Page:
Daily Devotion for April 2, 2015
Maundy Thursday (Holy Thursday)
Our Father, who art in heaven, hallowed be thy name. Thy kingdom come; Thy will be done, on earth as it is in heaven. Give us this day our daily bread, and forgive us our trespasses, as we forgive those who trespass against us. And lead us not into temptation, but deliver us from evil.
For Thine is the kingdom, and the power, and the glory, forever and ever.
Maundy or Holy Thursday is traditionally the day when we remember the Last Supper and the formal beginning of the New Covenant. This lovely modern song is performed by "Shira", a Messianic (Christian) Jew.
"For Each New Morning"
For each new morning with its light,
For rest and shelter of the night,
For health and food,
For love and friends,
For everything Thy goodness sends.
I thank thee.
(From a poem by Ralph Waldo Emerson)
Prayer for Freedom from Fear
O Lord, I beseech you to deliver me, and all of your children, from the fear of the unknown future; from fear of failure; from fear of poverty; from fear of bereavement; from fear of loneliness; from fear of sickness and pain; from fear of age; from fear of death. Help us, O Father, by your grace to love and fear only you, and fill our hearts with cheerful courage and loving trust in you; through our Lord and Master Jesus Christ.
[Freedom from the fear of poverty.]
I pray that I may be blessed every step of my path this day by the great God of light. May your sun shine upon me; as the moon moves the tide, may your Spirit move my emotions with every grace and magic; may my heart sing with the voice of your angels and my hearth be warm; and may this and every blessed day You have given me be filled with joy.
Think of the day ahead in terms of God with you, and visualize health, strength, guidance, purity, calm confidence, and victory as the gifts of His presence.
Psalm 59:9-10 (ESV)
O my Strength, I will watch for you,
for you, O God, are my fortress.
My God in his steadfast love will meet me;
God will let me look in triumph on my enemies.
John 13:1-11 (NASB)
The Lord's Supper
Now before the Feast of the Passover, Jesus knowing that His hour had come that He would depart out of this world to the Father, having loved His own who were in the world, He loved them to the end.
During supper, the devil having already put into the heart of Judas Iscariot, the son of Simon, to betray Him, Jesus, knowing that the Father had given all things into His hands, and that He had come forth from God and was going back to God, got up from supper, and laid aside His garments; and taking a towel, He girded Himself.
Then He poured water into the basin, and began to wash the disciples' feet and to wipe them with the towel with which He was girded. So He came to Simon Peter. He said to Him, "Lord, do You wash my feet?" Jesus answered and said to him, "What I do you do not realize now, but you will understand hereafter."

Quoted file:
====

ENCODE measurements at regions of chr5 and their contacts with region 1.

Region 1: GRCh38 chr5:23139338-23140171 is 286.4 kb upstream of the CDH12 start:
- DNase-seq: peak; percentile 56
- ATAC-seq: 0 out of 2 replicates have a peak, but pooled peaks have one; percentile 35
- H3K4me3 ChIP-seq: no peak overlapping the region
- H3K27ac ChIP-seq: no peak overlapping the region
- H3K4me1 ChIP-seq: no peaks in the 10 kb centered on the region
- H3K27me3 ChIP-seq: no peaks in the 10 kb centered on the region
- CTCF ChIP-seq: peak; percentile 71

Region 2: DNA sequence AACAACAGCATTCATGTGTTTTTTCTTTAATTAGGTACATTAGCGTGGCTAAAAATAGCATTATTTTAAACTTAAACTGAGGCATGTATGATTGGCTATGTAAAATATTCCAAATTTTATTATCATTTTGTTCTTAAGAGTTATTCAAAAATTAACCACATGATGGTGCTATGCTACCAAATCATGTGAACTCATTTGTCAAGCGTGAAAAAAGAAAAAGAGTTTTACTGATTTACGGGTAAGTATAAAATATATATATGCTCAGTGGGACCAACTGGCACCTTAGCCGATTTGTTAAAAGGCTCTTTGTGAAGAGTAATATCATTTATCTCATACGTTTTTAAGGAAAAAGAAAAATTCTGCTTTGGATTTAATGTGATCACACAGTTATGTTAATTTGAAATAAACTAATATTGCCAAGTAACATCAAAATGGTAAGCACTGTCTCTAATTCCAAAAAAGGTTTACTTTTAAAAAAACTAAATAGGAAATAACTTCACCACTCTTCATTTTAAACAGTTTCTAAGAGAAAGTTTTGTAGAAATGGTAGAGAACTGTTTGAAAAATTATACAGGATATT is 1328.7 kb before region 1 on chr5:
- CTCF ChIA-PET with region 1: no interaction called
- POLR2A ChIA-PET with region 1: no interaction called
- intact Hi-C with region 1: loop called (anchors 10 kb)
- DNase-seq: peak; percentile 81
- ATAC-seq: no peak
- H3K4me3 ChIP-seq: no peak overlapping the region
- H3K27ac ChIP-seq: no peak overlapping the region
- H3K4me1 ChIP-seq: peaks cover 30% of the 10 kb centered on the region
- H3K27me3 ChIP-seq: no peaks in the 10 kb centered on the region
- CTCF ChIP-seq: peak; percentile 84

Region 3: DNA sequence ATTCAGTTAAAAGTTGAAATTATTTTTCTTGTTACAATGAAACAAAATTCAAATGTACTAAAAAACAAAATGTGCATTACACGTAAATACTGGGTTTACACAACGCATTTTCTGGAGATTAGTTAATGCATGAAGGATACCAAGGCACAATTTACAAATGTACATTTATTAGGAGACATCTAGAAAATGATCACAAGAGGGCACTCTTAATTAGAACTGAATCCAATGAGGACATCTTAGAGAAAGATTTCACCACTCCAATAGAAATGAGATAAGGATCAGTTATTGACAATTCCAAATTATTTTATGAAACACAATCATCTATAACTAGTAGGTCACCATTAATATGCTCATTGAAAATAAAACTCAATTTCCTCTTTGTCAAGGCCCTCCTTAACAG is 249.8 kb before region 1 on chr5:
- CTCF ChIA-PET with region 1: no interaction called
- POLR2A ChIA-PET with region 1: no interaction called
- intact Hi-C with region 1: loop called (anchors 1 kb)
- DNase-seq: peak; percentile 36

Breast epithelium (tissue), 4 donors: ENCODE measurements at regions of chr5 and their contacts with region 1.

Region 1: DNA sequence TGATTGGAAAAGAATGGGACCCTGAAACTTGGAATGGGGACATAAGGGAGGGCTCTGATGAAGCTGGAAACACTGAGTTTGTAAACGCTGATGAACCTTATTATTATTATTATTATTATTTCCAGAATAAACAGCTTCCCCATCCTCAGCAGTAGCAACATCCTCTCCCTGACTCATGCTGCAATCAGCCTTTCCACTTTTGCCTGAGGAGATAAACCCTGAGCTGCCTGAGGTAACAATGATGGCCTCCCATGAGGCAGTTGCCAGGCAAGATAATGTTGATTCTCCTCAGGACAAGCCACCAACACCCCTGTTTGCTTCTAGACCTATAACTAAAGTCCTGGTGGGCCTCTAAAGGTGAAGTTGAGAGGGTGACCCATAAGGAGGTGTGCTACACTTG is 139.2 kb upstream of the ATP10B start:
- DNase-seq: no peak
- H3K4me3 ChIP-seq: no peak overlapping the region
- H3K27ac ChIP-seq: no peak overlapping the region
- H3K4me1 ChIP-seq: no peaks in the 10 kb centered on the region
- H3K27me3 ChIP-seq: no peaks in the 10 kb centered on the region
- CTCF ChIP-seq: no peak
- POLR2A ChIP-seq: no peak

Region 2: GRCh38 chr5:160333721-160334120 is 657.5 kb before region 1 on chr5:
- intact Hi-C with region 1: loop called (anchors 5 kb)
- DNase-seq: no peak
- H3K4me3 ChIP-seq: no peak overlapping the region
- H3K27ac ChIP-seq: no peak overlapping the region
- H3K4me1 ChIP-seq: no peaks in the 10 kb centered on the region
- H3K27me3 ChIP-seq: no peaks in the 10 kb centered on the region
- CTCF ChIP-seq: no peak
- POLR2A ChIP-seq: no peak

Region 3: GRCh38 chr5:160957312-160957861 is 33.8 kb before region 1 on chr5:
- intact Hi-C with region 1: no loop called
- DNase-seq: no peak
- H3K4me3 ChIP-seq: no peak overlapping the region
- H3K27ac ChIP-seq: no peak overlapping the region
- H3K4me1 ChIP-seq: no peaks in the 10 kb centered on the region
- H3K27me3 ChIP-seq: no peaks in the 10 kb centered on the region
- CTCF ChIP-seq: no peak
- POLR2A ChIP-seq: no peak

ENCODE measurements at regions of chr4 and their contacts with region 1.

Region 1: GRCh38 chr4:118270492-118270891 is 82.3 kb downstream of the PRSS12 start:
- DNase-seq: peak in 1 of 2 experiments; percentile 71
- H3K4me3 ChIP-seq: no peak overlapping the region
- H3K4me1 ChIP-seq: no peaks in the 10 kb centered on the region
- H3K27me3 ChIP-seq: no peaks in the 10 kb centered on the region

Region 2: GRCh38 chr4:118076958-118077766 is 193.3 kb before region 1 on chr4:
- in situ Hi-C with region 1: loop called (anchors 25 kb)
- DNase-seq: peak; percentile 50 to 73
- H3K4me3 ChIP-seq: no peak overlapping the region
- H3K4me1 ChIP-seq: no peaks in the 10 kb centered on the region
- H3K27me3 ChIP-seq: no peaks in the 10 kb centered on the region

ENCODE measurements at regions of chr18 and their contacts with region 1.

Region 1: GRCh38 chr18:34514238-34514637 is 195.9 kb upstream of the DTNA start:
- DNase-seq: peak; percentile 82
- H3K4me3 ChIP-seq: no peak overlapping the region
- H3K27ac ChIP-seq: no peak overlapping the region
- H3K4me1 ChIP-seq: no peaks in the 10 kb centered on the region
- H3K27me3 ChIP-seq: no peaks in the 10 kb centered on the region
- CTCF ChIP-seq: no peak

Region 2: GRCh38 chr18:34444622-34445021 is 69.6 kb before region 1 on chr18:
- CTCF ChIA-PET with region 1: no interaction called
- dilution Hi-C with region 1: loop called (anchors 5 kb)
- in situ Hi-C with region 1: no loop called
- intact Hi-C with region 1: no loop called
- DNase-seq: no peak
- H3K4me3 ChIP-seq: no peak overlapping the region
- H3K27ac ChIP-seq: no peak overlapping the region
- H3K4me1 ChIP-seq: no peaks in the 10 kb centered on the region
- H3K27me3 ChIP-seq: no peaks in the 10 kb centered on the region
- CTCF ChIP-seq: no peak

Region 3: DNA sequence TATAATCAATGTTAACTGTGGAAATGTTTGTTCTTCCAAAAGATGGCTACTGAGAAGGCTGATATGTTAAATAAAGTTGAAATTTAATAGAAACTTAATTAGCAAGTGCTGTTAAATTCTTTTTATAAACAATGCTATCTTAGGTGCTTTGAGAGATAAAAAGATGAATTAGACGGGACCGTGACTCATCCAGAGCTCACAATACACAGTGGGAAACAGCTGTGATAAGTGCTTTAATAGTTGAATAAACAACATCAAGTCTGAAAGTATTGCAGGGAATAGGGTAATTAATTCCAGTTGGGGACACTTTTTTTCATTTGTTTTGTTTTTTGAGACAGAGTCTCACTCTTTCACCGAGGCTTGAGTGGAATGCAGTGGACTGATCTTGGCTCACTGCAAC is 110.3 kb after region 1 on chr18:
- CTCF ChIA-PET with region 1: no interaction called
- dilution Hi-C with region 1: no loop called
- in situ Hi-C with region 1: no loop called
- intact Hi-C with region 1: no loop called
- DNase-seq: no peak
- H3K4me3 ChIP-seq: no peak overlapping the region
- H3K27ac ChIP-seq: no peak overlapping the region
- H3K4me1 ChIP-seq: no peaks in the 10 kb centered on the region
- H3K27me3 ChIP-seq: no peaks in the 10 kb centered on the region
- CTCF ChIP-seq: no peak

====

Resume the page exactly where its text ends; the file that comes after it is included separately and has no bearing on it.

Peter said to Him, "Never shall You wash my feet!" Jesus answered him, "If I do not wash you, you have no part with Me." Simon Peter said to Him, "Lord, then wash not only my feet, but also my hands and my head."
Jesus said to him, "He who has bathed needs only to wash his feet, but is completely clean; and you are clean, but not all of you." For He knew the one who was betraying Him; for this reason He said, "Not all of you are clean."
Notes on the Scripture
At the end of John 12, Christ told his followers that he had not come to judge the world, but to save it. Here, he demonstrates physically that his mission is one of love rather than one of judgment. God has humbled himself to be born into the world; and now Christ humbles himself, out of love, to wash the feet of Peter.
The act is similar to baptism but, literally, at the opposite end of the spectrum. When John the Baptist baptized Christ (and when many denominations baptize members), the symbolic cleansing water was poured onto the top of his head. This was purely a spiritual cleansing. It symbolized of the Holy Spirit entering the soul.
But Peter has already been baptized. He is completely clean, except for the dust of the road he has picked up by leading his daily life. Just so, we are spiritually bathed when we are baptized. But we are still human and need Christ to remove the soil we have collected during the day. That is, we need to confess our recent sins. Christ points this out, saying "he who has bathed needs only to wash his feet".
The head symbolizes the mind or the soul, and the feet, the most humble and practical nature of our bodies. No matter how clean we have become, our bodies — our feet — will become contaminated by our sin — the "dirt" of daily life. To stay spotless, we must remember our sins and ask for forgiveness each day, just as we clean our bodies; for Christ is not only willing to shrive us of our daily sins, but also eager: He practically demands that Peter to allow Him to wash Peter's feet.